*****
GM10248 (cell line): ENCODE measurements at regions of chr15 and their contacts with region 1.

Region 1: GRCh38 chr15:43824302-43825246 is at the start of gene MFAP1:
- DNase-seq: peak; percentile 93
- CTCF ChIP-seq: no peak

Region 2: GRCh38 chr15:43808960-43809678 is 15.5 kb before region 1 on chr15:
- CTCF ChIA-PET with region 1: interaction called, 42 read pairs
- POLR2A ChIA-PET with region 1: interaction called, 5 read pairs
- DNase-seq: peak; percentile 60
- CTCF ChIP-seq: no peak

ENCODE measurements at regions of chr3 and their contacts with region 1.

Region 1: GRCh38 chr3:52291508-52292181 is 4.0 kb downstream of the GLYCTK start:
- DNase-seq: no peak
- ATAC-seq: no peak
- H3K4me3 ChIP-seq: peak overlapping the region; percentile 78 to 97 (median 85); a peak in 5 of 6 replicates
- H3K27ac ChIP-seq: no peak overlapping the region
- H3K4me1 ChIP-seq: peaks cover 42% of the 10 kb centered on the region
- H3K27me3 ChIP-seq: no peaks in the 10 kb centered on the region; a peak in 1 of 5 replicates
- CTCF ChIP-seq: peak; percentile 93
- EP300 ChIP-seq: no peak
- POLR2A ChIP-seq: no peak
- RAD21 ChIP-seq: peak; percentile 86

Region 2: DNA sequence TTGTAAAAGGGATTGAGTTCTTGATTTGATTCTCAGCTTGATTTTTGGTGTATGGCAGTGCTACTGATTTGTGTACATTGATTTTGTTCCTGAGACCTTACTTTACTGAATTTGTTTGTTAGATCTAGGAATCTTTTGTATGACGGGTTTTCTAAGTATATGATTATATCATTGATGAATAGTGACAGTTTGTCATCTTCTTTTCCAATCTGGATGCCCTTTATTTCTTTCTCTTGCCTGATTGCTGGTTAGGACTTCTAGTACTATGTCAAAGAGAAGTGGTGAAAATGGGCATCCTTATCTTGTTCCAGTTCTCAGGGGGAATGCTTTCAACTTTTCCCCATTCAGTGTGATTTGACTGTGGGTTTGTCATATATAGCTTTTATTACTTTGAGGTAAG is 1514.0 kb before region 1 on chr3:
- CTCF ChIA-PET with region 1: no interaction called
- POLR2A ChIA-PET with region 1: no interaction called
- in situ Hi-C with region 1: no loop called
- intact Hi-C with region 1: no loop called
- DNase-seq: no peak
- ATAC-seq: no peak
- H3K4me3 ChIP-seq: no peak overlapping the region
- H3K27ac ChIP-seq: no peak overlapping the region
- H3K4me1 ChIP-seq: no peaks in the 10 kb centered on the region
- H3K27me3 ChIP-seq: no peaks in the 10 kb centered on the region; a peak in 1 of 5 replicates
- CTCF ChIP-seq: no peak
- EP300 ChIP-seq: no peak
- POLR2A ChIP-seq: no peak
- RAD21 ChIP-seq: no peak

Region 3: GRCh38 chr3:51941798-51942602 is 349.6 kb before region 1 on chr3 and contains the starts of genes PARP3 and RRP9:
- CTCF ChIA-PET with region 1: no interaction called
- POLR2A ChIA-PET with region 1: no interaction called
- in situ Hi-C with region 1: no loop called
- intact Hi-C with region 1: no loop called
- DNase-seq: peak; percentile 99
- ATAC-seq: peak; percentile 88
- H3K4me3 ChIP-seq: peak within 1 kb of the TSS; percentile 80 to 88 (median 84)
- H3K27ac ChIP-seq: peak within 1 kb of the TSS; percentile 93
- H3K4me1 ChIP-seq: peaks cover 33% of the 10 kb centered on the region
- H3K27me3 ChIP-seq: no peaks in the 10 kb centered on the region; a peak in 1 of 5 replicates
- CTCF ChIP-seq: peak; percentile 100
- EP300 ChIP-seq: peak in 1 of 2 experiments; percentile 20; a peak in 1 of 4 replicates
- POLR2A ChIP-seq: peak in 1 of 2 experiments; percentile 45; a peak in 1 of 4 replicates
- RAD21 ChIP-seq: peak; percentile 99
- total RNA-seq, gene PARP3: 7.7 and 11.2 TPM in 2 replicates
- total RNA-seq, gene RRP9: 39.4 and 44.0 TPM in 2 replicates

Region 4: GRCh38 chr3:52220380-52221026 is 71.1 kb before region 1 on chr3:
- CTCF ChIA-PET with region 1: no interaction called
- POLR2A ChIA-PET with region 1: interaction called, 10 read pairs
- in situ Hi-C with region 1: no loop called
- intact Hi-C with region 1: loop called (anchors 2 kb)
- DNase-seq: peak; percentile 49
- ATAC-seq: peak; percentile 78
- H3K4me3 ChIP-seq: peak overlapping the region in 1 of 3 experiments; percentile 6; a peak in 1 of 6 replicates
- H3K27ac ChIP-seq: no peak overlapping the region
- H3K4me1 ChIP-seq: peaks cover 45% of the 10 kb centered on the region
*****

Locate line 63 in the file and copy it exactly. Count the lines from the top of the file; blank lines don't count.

- H3K4me1 ChIP-seq: peaks cover 45% of the 10 kb centered on the region